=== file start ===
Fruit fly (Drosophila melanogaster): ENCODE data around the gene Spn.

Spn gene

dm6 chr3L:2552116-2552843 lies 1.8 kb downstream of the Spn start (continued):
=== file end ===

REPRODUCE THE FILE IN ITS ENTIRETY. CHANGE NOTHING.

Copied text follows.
Fruit fly (Drosophila melanogaster): ENCODE data around the gene Spn.

Spn gene

dm6 chr3L:2552116-2552843 lies 1.8 kb downstream of the Spn start (continued):